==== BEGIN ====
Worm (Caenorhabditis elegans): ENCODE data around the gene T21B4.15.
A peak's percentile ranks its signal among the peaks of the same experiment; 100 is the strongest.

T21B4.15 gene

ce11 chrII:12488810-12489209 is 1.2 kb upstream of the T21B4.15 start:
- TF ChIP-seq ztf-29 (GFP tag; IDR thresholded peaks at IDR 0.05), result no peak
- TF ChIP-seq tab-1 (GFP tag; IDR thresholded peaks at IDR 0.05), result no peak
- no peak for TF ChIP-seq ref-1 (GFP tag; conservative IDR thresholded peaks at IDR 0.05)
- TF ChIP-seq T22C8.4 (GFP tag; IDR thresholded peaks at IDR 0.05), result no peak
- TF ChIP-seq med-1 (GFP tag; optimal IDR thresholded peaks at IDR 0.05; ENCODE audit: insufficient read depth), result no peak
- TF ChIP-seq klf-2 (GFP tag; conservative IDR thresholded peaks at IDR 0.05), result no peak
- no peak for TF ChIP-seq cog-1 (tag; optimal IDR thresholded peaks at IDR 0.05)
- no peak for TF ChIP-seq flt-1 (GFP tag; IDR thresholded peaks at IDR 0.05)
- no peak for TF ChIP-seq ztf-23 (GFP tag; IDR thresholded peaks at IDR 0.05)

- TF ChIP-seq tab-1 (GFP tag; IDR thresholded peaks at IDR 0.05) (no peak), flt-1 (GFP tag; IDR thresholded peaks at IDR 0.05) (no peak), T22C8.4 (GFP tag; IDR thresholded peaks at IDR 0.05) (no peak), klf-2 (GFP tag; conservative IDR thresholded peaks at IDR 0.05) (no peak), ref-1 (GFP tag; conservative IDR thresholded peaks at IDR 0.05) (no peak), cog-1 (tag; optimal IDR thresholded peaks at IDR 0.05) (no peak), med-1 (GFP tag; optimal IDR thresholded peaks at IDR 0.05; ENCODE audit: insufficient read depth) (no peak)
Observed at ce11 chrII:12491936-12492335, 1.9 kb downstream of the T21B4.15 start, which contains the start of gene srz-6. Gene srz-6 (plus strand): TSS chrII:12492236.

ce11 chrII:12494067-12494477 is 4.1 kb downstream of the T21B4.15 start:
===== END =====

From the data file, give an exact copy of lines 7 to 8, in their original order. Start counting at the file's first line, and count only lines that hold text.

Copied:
- no peak for TF ChIP-seq ref-1 (GFP tag; conservative IDR thresholded peaks at IDR 0.05)
- TF ChIP-seq T22C8.4 (GFP tag; IDR thresholded peaks at IDR 0.05), result no peak